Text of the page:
Name: Annasofia A. Roig
Major: Juris Doctor candidate, College of Law
Where are you interning? I am interning for a federal judge at the district court for the District of Columbia. The district court is the trial court in the federal court system.
What is your title? Summer intern
How did you get your internship? Given my performance in my first semester of law school, FIU Law encouraged me to apply for internships with federal judges. While I was in the interview phase of the process, then Dean Alex Acosta (now U.S. Secretary of Labor) called me and asked to meet with him. At our meeting, he asked if I would like to work for a federal judge in D.C. for the summer. While dean of the law school, Acosta would recommend one student annually to work for the judge I am working for. Naturally, it was an offer I could not refuse.
What projects have you worked on? As an attorney-in-training, the vast majority of my work centers around extensive researching and writing. We are also asked to cite check and edit various works drafted by our supervising clerks. The more exciting projects are the two cases that I was assigned for which I have drafted opinions. These opinions will eventually be published (after edits from the clerk and judge) in legal reports, and searchable as law on various databases.
How does your internship connect to your current coursework? The opinions that I am drafting for the judge are directly in line with the material that I studied during my first year of law school. The courses served as good background knowledge for my internship.
What was the coolest thing that has happened thus far in your internship? It’s been extremely interesting to work at a federal court in our nation’s capital, as the court hears many of the cases often in the news. One of the defendants from 2012 attack that killed four Americans at a U.S. diplomatic compound and CIA base in Benghazi, Libya, is being tried in our courthouse; I’ve gotten to attend a number of the proceedings. The North Carolina man who fired an assault rifle inside a Washington, DC, pizzeria while investigating an online conspiracy theory known as “Pizzagate” was sentenced to 48 months in our court. And, more recently, there was a hearing on President Donald J. Trump’s advisory election commission.
What do you enjoy most about your experience? I’ve enjoyed the process of researching and writing from the judicial side of the proceedings. It’s been fascinating to assess the arguments being made by various attorneys from the perspective of the judicial branch. Having worked as a paralegal and having assessed the work of other attorneys from an adversarial perspective, I can definitely say that judges evaluate attorneys’ work very differently than do other attorneys.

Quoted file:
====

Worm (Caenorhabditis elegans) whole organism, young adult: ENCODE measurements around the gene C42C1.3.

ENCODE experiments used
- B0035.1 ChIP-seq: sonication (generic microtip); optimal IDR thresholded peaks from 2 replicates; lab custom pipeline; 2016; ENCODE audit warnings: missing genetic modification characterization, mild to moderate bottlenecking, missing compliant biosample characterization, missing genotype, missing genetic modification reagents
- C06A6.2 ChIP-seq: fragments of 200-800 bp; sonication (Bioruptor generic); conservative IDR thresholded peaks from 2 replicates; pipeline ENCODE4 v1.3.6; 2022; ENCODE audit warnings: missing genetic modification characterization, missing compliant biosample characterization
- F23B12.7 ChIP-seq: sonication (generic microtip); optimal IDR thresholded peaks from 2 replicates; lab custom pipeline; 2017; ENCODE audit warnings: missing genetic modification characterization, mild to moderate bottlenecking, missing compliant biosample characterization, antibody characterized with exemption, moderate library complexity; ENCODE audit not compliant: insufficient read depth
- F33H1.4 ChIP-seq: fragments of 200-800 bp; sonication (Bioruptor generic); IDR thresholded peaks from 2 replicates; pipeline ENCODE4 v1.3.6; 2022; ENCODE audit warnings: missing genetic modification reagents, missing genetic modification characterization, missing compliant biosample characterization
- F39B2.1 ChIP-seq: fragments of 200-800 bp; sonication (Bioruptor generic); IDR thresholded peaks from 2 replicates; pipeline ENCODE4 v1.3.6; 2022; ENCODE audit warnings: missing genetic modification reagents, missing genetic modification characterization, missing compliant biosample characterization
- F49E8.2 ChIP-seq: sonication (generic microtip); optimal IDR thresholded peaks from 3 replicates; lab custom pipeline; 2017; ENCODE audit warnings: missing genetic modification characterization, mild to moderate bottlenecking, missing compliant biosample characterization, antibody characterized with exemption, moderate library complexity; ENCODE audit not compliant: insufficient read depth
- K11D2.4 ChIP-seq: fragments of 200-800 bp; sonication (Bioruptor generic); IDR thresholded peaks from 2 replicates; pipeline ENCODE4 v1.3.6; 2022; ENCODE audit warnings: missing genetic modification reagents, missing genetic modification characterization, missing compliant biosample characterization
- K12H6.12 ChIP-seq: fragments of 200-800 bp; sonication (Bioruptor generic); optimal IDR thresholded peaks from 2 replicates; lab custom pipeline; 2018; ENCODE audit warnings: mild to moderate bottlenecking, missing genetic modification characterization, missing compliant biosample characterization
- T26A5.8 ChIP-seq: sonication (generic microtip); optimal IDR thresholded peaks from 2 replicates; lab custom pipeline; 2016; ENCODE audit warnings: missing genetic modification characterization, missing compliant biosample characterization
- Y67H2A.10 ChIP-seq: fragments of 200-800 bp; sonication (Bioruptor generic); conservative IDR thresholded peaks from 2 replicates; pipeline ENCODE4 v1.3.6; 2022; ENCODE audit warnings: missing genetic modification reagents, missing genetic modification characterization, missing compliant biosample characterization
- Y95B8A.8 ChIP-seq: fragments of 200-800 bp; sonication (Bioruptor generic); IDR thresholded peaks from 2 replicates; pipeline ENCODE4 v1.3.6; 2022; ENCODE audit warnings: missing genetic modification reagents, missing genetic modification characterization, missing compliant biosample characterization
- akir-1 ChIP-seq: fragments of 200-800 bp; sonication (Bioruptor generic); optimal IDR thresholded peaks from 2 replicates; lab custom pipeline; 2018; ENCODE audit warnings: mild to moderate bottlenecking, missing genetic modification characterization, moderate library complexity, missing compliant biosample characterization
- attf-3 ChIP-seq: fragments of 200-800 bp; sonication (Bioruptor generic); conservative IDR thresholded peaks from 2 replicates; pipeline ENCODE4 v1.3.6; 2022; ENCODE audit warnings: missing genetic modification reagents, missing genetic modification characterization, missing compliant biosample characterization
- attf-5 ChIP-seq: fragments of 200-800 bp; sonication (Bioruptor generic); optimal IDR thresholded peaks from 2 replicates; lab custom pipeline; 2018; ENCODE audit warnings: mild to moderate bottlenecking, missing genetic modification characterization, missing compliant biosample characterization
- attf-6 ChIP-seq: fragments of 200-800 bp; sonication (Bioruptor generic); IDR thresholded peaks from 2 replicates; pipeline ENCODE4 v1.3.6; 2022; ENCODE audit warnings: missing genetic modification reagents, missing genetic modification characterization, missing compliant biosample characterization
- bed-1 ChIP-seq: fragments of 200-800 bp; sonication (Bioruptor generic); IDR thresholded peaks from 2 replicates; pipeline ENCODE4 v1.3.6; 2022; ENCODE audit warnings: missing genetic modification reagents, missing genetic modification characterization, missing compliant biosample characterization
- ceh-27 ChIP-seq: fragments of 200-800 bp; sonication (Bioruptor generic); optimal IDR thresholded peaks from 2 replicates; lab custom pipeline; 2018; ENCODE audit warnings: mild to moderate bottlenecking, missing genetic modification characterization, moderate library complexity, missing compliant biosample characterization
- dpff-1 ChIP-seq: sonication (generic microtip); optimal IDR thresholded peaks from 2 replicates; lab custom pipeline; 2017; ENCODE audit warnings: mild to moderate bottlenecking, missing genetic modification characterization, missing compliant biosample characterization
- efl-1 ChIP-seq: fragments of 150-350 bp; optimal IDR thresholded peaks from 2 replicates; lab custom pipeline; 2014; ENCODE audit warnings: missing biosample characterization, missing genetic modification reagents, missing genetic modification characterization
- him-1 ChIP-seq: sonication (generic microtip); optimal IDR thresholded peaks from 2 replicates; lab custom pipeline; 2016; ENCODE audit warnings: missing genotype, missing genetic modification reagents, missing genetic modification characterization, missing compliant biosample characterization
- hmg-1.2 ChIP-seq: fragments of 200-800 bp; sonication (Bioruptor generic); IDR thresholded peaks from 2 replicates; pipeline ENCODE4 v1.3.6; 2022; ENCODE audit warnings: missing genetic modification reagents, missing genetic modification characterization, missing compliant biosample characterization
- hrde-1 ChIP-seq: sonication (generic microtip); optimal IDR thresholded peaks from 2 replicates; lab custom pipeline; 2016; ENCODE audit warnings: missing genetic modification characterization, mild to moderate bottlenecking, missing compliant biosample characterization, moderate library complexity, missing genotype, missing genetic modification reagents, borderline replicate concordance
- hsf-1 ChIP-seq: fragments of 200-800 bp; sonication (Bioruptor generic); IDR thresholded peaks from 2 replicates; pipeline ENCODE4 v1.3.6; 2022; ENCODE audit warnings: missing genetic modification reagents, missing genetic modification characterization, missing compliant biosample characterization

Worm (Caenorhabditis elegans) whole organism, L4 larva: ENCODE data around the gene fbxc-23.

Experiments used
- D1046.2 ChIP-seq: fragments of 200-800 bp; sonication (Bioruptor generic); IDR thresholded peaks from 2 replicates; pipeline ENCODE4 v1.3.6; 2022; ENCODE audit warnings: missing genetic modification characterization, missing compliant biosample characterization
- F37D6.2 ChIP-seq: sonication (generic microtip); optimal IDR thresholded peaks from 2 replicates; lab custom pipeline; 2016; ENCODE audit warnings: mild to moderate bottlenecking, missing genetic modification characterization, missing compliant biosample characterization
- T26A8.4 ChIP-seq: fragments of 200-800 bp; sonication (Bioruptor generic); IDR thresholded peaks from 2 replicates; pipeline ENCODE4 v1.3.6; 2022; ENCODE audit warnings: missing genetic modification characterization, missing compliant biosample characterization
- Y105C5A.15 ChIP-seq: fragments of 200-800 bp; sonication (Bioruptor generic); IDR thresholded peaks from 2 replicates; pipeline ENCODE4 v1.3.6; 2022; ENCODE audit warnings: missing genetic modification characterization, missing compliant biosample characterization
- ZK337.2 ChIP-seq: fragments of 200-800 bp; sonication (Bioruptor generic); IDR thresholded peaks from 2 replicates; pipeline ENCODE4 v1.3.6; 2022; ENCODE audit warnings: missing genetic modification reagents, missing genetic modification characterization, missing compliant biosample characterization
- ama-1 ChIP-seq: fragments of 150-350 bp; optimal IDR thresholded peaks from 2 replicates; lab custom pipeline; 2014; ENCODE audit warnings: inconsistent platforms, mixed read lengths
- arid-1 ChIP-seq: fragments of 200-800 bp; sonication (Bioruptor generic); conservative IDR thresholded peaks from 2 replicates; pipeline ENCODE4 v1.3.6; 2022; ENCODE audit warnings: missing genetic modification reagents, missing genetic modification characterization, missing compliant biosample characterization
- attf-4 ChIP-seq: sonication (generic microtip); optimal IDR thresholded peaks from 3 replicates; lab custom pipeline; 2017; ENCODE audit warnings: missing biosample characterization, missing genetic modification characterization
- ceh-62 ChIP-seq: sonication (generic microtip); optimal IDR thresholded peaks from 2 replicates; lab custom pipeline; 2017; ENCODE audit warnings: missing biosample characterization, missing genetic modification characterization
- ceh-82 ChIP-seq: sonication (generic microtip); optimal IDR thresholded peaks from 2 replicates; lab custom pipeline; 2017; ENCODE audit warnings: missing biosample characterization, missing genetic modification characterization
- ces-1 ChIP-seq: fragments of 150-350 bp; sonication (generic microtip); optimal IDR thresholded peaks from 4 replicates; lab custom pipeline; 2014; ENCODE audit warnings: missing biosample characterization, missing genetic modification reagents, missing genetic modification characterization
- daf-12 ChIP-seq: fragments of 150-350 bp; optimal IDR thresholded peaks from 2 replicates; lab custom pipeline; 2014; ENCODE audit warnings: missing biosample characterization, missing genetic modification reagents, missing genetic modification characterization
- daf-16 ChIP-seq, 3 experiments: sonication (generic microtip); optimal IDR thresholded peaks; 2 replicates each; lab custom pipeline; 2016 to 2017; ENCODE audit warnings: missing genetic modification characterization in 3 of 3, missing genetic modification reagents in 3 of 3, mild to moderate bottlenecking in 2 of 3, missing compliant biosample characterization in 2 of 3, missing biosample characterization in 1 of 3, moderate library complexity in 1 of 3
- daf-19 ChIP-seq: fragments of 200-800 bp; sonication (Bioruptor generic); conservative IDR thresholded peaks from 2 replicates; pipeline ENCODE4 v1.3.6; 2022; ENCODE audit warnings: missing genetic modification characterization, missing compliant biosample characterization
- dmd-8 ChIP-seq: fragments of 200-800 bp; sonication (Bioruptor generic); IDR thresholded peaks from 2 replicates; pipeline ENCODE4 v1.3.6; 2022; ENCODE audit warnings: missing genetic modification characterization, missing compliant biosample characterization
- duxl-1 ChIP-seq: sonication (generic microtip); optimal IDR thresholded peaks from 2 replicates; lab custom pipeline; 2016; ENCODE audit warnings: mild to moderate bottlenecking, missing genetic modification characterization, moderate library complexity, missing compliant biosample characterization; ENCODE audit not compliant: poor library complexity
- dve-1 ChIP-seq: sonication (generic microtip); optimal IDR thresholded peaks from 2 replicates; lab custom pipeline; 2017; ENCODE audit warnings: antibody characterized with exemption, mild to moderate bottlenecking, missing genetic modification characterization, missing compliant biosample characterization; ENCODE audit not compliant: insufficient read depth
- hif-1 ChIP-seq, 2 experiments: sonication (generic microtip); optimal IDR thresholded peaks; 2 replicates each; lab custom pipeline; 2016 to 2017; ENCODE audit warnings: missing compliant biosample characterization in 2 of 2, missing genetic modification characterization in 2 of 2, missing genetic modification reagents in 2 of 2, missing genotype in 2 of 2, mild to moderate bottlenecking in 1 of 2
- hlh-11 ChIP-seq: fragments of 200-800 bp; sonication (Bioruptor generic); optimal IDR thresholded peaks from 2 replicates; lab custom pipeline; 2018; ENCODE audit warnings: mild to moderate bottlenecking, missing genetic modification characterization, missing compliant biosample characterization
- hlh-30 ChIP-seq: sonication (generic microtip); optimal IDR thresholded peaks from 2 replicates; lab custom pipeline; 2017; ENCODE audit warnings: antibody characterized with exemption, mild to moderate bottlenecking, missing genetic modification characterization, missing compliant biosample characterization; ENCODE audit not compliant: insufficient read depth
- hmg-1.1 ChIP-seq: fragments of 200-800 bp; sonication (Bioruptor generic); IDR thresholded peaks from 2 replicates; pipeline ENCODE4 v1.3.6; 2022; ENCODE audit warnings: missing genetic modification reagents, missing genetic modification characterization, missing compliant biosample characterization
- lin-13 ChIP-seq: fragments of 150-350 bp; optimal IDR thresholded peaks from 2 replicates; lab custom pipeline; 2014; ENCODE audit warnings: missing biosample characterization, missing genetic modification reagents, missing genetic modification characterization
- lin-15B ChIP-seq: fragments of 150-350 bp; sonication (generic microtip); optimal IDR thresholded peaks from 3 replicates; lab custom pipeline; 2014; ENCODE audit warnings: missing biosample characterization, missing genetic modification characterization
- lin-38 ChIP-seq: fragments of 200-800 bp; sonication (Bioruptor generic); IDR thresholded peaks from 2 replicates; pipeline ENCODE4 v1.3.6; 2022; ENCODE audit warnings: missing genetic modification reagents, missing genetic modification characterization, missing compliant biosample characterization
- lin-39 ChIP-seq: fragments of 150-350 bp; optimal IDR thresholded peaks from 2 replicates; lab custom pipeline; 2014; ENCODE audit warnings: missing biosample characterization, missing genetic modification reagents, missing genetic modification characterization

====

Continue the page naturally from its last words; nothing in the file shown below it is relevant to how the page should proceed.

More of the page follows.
What have you learned about yourself? At the beginning of my time here, I doubted myself on countless occasions. Being surrounded by law students from top 10 schools intimidated me. And I tended to defer to them on citations and edits. However, I quickly learned that none of my co-interns possessed any ability or skill that I did not, particularly given that we had all just finished our first year and, as a result, had similar baseline knowledge.
How has the position increased your professional confidence? I learned to have confidence in my abilities and skills. Having the opportunity to draft opinions on behalf of the court has been eye-opening in many ways. For one, I’ve realized that I am more than capable of producing the same caliber work as anyone else, including those that create the law. It has also helped me sharpen my research and writing skills, both of which will be instrumental to my success as an attorney.
How have you expanded your professional network? I’ve met many fellow interns, both in my judge’s chambers as well as some working elsewhere in the court. These future colleagues will be useful in brainstorming and collaborating down the line – particularly those with different areas of expertise. I have also met various clerks, who are attorneys already, as well as judges. Some of these individuals will be good contacts and references for jobs in the future. Many attorneys and judges are willing to give advice to budding young lawyers on potential career paths, which is extremely helpful as they have already been through similar experiences.
What advice do you have for those beginning the internship process? Be confident in your abilities. You would not have been extended an offer had you not been qualified to perform the job. Always be the hardest working person in the room, but remember to enjoy your time at the internship—meet people, hang out with them outside of work and attend work-sponsored events.
FIU in D.C. is working with more than 50 students interning in the nation’s capital this summer. The office has planned several networking programs and continues to serve as a resource for the students as they gain real-world experience in the city. To learn more about the opportunities available with FIU in D.C., visit the office’s website.